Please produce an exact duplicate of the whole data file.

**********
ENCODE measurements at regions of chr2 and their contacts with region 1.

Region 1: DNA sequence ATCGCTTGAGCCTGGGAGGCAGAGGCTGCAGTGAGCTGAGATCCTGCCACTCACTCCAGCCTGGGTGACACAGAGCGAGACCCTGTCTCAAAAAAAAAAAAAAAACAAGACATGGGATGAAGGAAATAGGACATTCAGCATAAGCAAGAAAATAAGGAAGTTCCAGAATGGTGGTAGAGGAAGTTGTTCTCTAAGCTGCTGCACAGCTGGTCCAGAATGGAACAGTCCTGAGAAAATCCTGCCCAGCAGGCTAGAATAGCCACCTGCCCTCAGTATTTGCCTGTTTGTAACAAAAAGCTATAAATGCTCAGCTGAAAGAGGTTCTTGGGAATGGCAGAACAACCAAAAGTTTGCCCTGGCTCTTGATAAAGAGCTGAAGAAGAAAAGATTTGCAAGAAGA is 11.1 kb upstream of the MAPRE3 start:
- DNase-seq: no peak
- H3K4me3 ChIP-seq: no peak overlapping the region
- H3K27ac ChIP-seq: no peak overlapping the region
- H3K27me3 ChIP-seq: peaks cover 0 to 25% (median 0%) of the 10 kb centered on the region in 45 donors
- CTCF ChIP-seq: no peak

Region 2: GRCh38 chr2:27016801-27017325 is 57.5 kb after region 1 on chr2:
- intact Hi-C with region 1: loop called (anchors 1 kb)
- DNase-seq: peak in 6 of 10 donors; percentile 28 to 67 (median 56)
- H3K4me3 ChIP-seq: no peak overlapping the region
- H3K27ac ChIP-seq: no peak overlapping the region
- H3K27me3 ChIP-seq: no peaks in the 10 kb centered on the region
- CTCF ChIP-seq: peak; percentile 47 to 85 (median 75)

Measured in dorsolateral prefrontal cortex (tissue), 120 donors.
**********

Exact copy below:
ENCODE measurements at regions of chr2 and their contacts with region 1.

Region 1: DNA sequence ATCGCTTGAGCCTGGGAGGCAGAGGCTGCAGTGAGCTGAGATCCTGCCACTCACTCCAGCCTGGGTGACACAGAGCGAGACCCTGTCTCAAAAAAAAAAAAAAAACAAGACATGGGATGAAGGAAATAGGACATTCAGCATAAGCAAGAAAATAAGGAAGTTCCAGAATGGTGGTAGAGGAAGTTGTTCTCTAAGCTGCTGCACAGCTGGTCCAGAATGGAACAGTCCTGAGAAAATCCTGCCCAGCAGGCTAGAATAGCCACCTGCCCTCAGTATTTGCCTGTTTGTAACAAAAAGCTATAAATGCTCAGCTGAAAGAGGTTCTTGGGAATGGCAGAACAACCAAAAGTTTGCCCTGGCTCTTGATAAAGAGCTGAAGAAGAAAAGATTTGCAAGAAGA is 11.1 kb upstream of the MAPRE3 start:
- DNase-seq: no peak
- H3K4me3 ChIP-seq: no peak overlapping the region
- H3K27ac ChIP-seq: no peak overlapping the region
- H3K27me3 ChIP-seq: peaks cover 0 to 25% (median 0%) of the 10 kb centered on the region in 45 donors
- CTCF ChIP-seq: no peak

Region 2: GRCh38 chr2:27016801-27017325 is 57.5 kb after region 1 on chr2:
- intact Hi-C with region 1: loop called (anchors 1 kb)
- DNase-seq: peak in 6 of 10 donors; percentile 28 to 67 (median 56)
- H3K4me3 ChIP-seq: no peak overlapping the region
- H3K27ac ChIP-seq: no peak overlapping the region
- H3K27me3 ChIP-seq: no peaks in the 10 kb centered on the region
- CTCF ChIP-seq: peak; percentile 47 to 85 (median 75)

Measured in dorsolateral prefrontal cortex (tissue), 120 donors.